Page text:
Some driftwood or rocks are also a good idea for Eleocharis parvula to grow over, as well as ensure its abundance of surface area for photosynthesis. An under-gravel filter is ideal for use with E. parvula, although sponge filters can work just as well (as long as they’re large enough).
CO2 supplementation may be necessary in order to increase plant growth rates; however, care should be taken not to disturb substrate chemistry too much when choosing equipment for CO2 injection (For example, don’t inject right into sand/substrate).
When growing Eleocharis parvula, one of its biggest needs is phosphorus. It will also use a lot of nitrogen. Liquid fertilizer with a high phosphorus percentage works well when growing your plant. You can use something like bat guano or feather meal, but you’ll want to dilute them quite a bit before applying them directly to your plant. Alternatively, a higher NPK ratio fertilizer should work equally well. Be sure to not overfeed your plant, however; if it gets too much nitrogen, it may develop brown leaves.
One of Eleocharis parvula’s most attractive characteristics is its ability to adapt to a wide range of water conditions. It requires well-aerated, shallow water in which it can grow to maturity. While Eleocharis parvula does not require supplemental CO2 or other carbon sources, it will grow to at least twice as fast if provided with them. A good rule of thumb is that when growing any type of aquatic plant, adding more CO2 will make plants grow faster, regardless of species.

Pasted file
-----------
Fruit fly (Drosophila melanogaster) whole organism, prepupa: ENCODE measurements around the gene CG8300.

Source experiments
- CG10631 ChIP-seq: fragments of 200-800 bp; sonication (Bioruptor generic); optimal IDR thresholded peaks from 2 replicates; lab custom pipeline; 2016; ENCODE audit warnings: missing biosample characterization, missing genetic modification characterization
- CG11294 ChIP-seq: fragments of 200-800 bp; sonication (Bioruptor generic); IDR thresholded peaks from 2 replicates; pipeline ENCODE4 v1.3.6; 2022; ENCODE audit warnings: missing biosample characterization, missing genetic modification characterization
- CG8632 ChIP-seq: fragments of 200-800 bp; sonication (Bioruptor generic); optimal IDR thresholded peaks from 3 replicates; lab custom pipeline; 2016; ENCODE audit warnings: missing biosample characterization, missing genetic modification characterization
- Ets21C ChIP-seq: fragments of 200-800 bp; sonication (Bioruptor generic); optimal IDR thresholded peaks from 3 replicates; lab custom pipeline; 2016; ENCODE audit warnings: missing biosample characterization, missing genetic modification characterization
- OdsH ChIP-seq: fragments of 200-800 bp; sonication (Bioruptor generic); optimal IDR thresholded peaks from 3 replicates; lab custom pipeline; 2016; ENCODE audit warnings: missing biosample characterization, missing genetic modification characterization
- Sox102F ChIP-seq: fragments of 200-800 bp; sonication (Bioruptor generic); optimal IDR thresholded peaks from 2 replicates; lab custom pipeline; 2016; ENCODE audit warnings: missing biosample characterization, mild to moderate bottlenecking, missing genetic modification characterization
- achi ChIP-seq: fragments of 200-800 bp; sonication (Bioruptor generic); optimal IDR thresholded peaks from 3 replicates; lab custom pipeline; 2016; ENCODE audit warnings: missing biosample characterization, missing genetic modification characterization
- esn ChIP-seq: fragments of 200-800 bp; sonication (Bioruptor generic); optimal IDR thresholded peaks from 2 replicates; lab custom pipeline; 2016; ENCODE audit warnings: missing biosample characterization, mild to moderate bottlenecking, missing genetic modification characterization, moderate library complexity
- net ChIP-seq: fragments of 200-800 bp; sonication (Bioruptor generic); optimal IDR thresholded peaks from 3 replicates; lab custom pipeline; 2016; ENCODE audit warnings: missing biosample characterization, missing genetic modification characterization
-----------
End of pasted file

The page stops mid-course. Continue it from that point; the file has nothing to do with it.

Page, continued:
While eleocharis parvula is cold-hardy, it will not thrive in temperatures below 50 degrees Fahrenheit (10 Celsius). It may take a bit of time for your plant to acclimate, so wait about one month after planting before you put it outside if you live in a region where lows drop below freezing.
Also, avoid drafts from air conditioners or fans. Adding some humidity with regular misting will also help keep your plant thriving.
Dwarf spikerush does well in high-humidity environments. It does best when you give it a lot of water—but don’t let it sit in a small pool of water, or it will rot. Instead, use something like a stone or piece of driftwood to soak up excess water.
You may want to keep your eleocharis parvula indoors if you live somewhere cold with low humidity (below 50%). Indoors, keep it on a sunny windowsill. Otherwise, keeping an it outdoors is ideal.